Books for the IT library

We review a few IT-related books, including telecom reference tomes, a book on the theory and practice of tagging, and a book on the use of scripting in Second Life.

Last week I discussed the issue of virtualization technologies being less than transparent for some applications that you might want to run in them.

To throw some fuel on this fire a Gearhead reader, A. Non from Boston, wrote to say “I’m hearing that issues in SAP and Oracle environments are severe enough that some customers are being told to de-install VMware or the vendors will not continue support!” As far as I can make out, SAP only approved VMware’s ESX Server 3.0 last November (other VM environments are not supported) and Oracle only approves use of its own Oracle Virtual Server for virtualization. Comments anyone?

While I continue to do some research into this topic I thought I’d cover something a little different this week: What I’ve been reading.

First up are a couple of reference books by my old friend and fellow laborer in the Network World salt mines, Ray Horak. The first tome (at 560 pages, a tome it verily is) is the Webster’s New World Telecom Dictionary.

What’s remarkable about this work is it defines over 4,600 telecom terms and, scanning through it, it appears there are more TLAs (three-letter acronyms) involved than the mind can comfortably encompass. I’ve found the dictionary incredibly useful when researching, and every now and then I find an interesting snippet of trivia (did you know Bob Metcalfe’s middle name is “Melancton”?).

Ray’s second tome (791 pages!) is the Telecommunications and Data Communications Handbook, an exhaustive survey of communications technologies supposedly for non-engineers. I write “supposedly” because the book frequently gets technical. Its value to engineers and management is as a starting point, and the topics covered include everything from CATV and fax through to VoIP, WiMAX and ZigBee. In fact it might be said the book covers comms from Access Point to ZigBee (actually the index starts at “AAL Type 1” – ATM Adaptation Layer 1 – and ends at “zone” but I thought that sounded less sexy).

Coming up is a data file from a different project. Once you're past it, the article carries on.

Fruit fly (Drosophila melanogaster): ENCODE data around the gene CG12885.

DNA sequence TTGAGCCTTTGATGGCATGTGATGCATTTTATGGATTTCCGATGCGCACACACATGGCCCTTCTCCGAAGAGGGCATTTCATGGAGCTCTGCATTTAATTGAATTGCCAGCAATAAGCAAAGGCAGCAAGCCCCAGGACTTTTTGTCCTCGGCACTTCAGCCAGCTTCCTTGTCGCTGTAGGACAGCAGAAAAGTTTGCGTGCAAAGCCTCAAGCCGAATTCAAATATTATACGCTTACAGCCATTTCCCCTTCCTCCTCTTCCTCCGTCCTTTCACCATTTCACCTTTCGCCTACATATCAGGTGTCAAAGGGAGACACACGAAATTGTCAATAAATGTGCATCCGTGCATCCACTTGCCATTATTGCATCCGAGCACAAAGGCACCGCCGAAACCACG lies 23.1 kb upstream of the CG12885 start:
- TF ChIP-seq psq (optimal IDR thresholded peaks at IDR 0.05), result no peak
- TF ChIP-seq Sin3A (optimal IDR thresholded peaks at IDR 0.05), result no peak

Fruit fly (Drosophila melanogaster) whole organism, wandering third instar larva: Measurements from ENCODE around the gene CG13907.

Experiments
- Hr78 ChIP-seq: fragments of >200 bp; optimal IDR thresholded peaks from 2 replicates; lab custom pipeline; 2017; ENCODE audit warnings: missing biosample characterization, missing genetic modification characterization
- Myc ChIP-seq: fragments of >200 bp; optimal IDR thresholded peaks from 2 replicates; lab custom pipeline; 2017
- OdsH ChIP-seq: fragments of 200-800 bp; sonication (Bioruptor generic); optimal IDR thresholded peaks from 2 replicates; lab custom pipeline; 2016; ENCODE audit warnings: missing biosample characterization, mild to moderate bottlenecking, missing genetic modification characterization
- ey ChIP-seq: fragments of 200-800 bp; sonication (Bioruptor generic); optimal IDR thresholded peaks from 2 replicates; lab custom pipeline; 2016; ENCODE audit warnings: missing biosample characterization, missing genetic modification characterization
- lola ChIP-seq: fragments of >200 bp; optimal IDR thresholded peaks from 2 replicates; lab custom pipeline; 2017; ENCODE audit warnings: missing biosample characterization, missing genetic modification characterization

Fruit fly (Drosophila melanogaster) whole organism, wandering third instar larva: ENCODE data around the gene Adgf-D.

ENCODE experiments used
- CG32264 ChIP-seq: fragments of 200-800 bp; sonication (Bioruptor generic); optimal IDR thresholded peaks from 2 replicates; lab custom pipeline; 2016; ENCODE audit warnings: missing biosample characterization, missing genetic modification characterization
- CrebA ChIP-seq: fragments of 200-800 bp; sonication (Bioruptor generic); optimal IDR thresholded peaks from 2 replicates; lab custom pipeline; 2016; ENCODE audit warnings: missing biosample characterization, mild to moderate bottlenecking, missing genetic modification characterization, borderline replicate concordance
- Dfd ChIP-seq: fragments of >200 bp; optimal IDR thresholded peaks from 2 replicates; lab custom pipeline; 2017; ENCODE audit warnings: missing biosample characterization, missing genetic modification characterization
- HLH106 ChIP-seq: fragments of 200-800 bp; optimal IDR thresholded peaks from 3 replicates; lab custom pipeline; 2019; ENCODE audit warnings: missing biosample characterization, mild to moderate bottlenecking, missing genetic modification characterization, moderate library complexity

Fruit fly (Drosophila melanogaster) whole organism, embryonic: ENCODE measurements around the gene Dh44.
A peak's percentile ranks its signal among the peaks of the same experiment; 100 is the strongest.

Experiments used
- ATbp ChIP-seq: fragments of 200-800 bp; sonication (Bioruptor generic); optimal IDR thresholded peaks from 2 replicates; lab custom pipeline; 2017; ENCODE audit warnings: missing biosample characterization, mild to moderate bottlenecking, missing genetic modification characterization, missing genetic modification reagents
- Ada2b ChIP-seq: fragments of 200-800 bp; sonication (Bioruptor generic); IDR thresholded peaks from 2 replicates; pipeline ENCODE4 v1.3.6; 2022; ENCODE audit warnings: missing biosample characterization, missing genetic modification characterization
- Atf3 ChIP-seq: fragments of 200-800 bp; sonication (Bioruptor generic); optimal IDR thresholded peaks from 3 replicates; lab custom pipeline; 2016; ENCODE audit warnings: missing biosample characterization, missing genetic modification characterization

These are both valuable reference books, and every corporate IT library should have copies. Highly recommended.

My next book choice is Tagging: People-Powered Metadata for the Social Web, by Gene Smith, which I will discuss at greater length in my Network World Web Applications newsletter in the near future. Bottom line: If you are working with social media this book provides a great framework for thinking about the context and value of tagging and covers a lot of useful information along with technical and practical advice. Highly recommended.

Now, is your organization doing anything with Second Life? I’d be interested to find out what your involvement might be because I’ve just received a set of books that cover an aspect of SL that I didn’t know was so sophisticated: Scripting in Second Life.

The titles are Introduction to Linden Scripting Language for Second Life, Scripting Recipes for Second Life, and Introduction to Textures, Animation, Audio and Sculpting in Second Life, by Jeff Heaton.

On the con side, these books are not well-written, they contain mistakes and are leaden. That said, on the pro side, they do the job, and I haven’t seen any other titles that provide as good an introduction to Linden Scripting Language (LSL).

This scripting language is interesting because of the context of its use. While it a similar to C and JavaScript, it isn’t a fully fleshed out high-level language. But learning LSL is difficult because there are no other books on the subject and, while there are a few online primers available, none go as deep as Heaton’s books. Recommended with reservations.

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